- In Germany and Australia, men are significantly more likely than women to report that they've been stiffed (German: 57% men vs. 51% women; Australia: 60% men vs. 54% women);
- Beware of the young – those under 25 are significantly more likely than any other age group to stiff their peers.
Change for Spare Change
The wallet’s demise may be preceded only by the extinction of the penny. Earlier this year, Canada ceased distribution of its penny, joining Australia, New Zealand and other countries that have dropped 1-cent coins because of rising metal costs and a diminishing need.
In the U.S., a penny already costs more than 2c to produce, but Americans report their spare change usually isn’t used. Nearly 7 in 10 Americans (66%) report they usually put their spare change in a jar and nearly 10 percent just give it to their kids. PayPal and Coinstar are already working together to help consumers easily convert that spare change into a PayPal balance at select Coinstar kiosks nationwide.
- Americans and Brits are most likely to lose their spare change; Germans are least likely to lose change;
- Germans are most likely to carry change with them – nearly three times more likely than Americans and nearly twice as likely as Brits.
Solving Payment Pain Points
“It’s not about replacing cash or your credit card with a new payment method, it’s about using technology to solve real shopping pain points,” said David Marcus, PayPal President. “PayPal is at the forefront of developing products that make life easier, help shoppers be more efficient, and untether consumers from their wallets forever.”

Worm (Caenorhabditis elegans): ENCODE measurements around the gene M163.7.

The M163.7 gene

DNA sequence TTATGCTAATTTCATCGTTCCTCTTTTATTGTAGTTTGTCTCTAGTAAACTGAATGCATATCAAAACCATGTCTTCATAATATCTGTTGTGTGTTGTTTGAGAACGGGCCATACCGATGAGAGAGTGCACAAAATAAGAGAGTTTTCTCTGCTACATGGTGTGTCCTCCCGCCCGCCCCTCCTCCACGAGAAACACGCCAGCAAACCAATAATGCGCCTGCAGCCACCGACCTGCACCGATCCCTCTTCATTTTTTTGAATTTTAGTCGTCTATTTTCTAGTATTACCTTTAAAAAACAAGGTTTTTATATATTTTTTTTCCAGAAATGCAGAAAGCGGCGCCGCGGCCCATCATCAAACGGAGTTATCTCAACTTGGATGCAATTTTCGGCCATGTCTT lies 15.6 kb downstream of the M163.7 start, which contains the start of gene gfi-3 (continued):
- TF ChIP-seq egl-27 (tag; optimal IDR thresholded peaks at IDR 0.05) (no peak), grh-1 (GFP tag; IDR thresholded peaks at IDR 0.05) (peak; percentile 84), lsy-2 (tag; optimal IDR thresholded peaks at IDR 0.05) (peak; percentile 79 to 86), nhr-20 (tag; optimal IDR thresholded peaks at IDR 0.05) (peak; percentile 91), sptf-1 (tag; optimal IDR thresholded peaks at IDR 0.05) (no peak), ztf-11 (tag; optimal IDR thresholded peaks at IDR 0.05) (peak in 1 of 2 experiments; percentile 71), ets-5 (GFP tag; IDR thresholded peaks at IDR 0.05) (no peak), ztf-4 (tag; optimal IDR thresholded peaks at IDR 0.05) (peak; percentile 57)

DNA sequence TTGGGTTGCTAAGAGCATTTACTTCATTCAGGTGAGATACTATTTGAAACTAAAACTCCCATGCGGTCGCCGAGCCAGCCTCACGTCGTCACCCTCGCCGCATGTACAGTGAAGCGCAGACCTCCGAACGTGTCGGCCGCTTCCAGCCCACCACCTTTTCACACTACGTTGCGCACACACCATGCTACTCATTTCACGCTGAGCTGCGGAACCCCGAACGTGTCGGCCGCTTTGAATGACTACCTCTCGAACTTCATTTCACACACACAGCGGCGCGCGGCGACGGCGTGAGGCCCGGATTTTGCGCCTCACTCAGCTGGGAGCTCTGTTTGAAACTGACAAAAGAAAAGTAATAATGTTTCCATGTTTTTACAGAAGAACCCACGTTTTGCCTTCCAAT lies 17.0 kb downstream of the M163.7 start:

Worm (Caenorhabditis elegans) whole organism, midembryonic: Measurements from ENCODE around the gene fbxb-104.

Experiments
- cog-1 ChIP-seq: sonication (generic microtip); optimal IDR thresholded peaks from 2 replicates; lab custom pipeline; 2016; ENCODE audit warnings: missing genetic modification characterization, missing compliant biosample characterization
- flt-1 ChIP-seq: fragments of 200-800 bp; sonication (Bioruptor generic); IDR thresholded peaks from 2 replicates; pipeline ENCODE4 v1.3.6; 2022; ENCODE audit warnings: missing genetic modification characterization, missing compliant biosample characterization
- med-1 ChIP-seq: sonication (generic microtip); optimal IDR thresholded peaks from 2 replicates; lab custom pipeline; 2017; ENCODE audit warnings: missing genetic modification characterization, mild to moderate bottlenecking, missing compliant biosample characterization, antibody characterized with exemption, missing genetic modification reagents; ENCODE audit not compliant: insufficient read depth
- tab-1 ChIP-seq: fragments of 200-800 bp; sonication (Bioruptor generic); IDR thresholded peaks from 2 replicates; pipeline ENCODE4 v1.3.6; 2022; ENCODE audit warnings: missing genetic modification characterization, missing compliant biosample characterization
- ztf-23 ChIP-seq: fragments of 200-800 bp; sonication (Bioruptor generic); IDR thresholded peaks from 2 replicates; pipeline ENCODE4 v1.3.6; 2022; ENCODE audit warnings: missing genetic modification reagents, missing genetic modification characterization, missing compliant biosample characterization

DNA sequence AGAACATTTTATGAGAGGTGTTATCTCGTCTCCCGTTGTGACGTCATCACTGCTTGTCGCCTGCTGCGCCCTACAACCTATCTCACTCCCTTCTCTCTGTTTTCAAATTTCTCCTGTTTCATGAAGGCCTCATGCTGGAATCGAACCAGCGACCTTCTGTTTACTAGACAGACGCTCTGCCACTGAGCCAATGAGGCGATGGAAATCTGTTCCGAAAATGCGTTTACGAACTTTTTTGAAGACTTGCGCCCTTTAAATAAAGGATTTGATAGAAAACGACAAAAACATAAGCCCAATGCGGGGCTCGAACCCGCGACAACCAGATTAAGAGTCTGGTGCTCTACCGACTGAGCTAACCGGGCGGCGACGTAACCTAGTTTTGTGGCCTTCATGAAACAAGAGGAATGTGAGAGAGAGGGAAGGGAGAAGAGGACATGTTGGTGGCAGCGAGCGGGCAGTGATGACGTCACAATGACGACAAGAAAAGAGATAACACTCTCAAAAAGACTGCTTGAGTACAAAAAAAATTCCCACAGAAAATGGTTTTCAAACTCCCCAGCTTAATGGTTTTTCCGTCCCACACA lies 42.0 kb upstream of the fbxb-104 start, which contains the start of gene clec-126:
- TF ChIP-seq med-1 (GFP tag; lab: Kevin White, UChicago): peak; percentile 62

Through features like Check In and Order Ahead, the company already provides its 128 million customers simpler payment experiences. With the PayPal app, users can use the Check-In feature to pay with just a few clicks and a picture of their face rather than a wallet. Consumers can also “order ahead” in select locations in the United States with the PayPal app, allowing them to pre-order and have their item waiting for them — already paid for.
About the Survey
The PayPal Survey was conducted by Wakefield Research (www.wakefieldresearch.com) among 1,000 credit and debit card holders, ages 18 and older, in each of the following countries: U.S., U.K., Canada, Germany, and Australia between April 26th and May 13th, 2013, using an email invitation and an online survey.
Results of any sample are subject to sampling variation. The magnitude of the variation is measurable and is affected by the number of interviews and the level of the percentages expressing the results. For the interviews conducted in this particular study, the chances are 95 in 100 that a survey result does not vary, plus or minus, by more than 3.1 percentage points, in all of the countries, from the result that would be obtained if interviews had been conducted with all persons in the universe represented by the sample.
PayPal is the faster, safer way to pay and get paid online. The service allows people to send payments without sharing financial information, with the flexibility to pay using their account balances, bank accounts (where available), credit and debit cards in various markets. PayPal is an eBay (Nasdaq: EBAY) company and enables global e-commerce with over 128 million active accounts in 190 markets and 25 currencies around the world. PayPal is headquartered in San Jose, California and its international headquarters is located in Singapore. More information about the company can be found at https://www.paypal.com.